Your not-so-average week in Kathmandu

With so much writing being done for the grant, I’ve been a little uninspired to write for the blog =S.  There is only so much sitting at my computer in Kathmandu that I can take!

This week has flown by – it feels like only yesterday that I was visiting an organic farm or getting an up close and personal observation of a surgery, UP CLOSE and PERSONAL.  How am I handling such extremes?!  Lots and lots of writing.

It’s planting season here in Nepal, and Saturday we had the opportunity to venture outside the city (again) and visit the Youth Co-op Organic Farm, the brainchild of Indira – a remarkable woman whom I have had the opportunity to interview as one of my influential women of Nepal.  But more on her later.

The farm(s) were beautiful.  And although wheat fields are replaced with rice paddies, and the flat plains replaced by mountains, I felt right at home.  The co-op grows an abundance of mushrooms, potatoes, tomatoes, cauliflower, and you guessed it – rice.  It has 500 members and whatever they don’t use is sold in the market.

We toured the rice patties, a tomato vineyard, and then made our way up to Shangri-La, Indira’s summer home halfway up a hill.  The view from the ‘summer home’ was almost as inspiring as the life stories and wise wisdom that Indira and Kundu had to share with us.Indira started the women’s empowerment NGO Shtrii Shakti (again, more on her later) and Kundu is chief of OBGYN at the Patan Hospital, both of which I visited this past week.

While there, we had a traditional Nepali meal made entirely out of the fresh goodies produced by the co-op (don’t worry, I got in the kitchen to see how it was prepared for future cooking adventures back in Mn!).  We had spiced aloo (potato), some type of mushroom saute, and a tomato-egg combo over rice – yeah, I’m not too saavy with the technical Nepali names yet.

After a few hours of chatting, we sadly headed back into the dusty, dirty city.


Tuesday was a completely different kind of day.  For starters, we hardly had time to eat (I had a granola bar in the taxi) as we headed out at 7 a.m. for the Patan Hosptal.  Megan, Jess, Corbin and I took a self-guided tour of the maternity ward as we searched for some type of front desk.  We finally found an administration office and finally located Dr. Kundu.  She is an incredibly busy woman, serving not only Patan Hospital, but a few others on the side as well.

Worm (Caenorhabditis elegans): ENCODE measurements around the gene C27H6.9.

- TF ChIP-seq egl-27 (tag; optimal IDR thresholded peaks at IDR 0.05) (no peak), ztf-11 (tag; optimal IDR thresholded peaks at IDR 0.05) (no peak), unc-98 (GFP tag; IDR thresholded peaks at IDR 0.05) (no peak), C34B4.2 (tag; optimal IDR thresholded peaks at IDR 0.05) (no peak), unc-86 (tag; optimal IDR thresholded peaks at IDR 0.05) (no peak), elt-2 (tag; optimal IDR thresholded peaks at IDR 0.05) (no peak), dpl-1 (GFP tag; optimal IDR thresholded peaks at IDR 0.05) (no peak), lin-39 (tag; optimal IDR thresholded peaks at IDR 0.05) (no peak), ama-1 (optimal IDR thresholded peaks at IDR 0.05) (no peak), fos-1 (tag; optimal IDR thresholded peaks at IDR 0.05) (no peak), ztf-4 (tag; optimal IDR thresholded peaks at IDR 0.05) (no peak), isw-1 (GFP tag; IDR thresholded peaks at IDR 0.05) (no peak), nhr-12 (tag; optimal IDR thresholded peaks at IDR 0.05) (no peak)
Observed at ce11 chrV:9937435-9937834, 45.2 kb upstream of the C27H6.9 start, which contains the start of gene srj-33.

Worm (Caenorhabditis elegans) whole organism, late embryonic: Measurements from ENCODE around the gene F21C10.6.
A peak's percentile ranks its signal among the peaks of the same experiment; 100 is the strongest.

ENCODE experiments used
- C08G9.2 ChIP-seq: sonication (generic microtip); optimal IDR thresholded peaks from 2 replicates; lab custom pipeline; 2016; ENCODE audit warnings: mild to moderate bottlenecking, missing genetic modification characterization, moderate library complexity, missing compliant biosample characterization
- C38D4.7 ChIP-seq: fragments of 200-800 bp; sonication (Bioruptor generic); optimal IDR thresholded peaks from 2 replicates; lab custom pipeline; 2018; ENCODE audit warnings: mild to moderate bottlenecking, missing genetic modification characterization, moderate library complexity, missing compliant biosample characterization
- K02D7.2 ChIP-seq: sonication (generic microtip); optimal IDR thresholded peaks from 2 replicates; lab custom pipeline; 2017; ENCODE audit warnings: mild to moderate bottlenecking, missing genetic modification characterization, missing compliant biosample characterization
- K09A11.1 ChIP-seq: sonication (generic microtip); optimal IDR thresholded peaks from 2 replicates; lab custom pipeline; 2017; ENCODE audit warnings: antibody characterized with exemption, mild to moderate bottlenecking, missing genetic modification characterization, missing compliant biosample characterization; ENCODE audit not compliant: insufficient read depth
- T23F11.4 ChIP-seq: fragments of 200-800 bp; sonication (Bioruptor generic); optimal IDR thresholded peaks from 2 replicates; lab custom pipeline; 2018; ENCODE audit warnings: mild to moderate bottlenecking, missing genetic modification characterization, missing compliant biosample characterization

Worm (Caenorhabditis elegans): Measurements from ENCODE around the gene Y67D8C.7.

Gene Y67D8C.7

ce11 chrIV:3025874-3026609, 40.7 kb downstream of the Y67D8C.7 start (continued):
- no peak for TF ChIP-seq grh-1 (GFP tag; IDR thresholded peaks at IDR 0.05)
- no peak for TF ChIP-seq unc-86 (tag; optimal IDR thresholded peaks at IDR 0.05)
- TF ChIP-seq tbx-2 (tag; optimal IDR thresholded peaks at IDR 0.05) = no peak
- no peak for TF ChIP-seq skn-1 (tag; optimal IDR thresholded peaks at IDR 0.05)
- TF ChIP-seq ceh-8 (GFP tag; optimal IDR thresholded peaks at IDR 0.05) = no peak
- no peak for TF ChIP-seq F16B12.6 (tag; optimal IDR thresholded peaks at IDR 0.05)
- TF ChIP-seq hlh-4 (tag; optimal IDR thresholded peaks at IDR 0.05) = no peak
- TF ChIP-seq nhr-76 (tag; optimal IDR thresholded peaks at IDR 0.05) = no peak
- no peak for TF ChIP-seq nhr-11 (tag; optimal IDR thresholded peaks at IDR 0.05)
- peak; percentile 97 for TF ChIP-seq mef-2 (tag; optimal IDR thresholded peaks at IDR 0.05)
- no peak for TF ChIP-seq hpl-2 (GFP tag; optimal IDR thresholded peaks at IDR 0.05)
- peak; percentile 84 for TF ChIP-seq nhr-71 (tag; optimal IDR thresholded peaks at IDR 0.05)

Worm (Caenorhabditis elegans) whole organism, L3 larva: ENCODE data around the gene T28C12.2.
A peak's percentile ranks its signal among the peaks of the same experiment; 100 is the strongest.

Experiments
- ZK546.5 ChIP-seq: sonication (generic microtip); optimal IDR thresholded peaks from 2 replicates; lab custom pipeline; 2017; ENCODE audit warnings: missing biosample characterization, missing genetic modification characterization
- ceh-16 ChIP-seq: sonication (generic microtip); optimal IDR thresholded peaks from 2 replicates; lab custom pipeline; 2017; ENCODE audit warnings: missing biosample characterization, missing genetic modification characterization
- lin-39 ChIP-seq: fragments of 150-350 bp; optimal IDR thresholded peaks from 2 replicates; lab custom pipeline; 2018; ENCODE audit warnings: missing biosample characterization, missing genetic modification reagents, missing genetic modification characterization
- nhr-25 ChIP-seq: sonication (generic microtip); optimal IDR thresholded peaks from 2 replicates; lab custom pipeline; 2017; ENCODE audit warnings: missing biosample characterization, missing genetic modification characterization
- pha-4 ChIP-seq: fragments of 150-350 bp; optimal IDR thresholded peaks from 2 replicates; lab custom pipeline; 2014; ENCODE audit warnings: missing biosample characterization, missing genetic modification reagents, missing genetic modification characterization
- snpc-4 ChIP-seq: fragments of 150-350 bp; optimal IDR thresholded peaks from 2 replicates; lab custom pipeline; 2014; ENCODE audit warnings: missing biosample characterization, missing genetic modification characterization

I really wasn’t expecting to be invited in to witness surgery, otherwise I would have had a larger breakfast.  We put on some borrowed scrubs, face masks, and sandals and headed into the very hot and humid operating area.  The first surgery we Corbin watched was the removal of a large tumor on a woman’s ovary, while Jess and Megan witnessed a hysterectomy.  The woman wasn’t even put to sleep when we first walked in, and as her heart rate began to climb, mine did as well.  And then I had to leave the room as I barely made it out conscious – an intern caught me on the way out.

A bottle of water and a samosa later, I was ready for surgery round two!  This time it was a Caesarian  section.  It was smelly, bloody, and the most beautiful thing I have ever seen.  The woman gave birth to a presumably healthy baby boy.  And I only had to leave the room once (it was still very hot in the operating room, and I was still a little light headed from the previous *attempted surgery observation.  I didn’t take pictures of this experience for obvious reasons.

While the other three went on an official tour of the entire hospital complex, I took off for my scheduled interview with Indira across town.   Finally, more on her later – she deserves her own post.

I hope that everyone has a wonderful Fourth of July weekend back in the States – hopefully we will be able to find some other American expats, sparklers and some veggie burgers (don’t know if I trust eating real meat here…).  After that, it’s off to Pokhara, where we will be doing 8 days of trekking to the Annapurna Base Camp (ABC).

6 thoughts on “Your not-so-average week in Kathmandu

  1. Jame, your adventures are incredible and your writing skills extraordinary! As much as I love reading your blog and keeping tabs on you, though, I thought you might appreciate it if I left you a note every once in awhile. So, hello, sister! I love and miss you!

  2. That first pic totally reminds me of Japan! Rice fields, mountains, and marshmallow clouds! Hope you had a great 4th of July 😉 I did nothing patriotic…except eat Velveeta mac n chz. My heart is crying now. Arteries officially clogged 😉 Talk to you soon!

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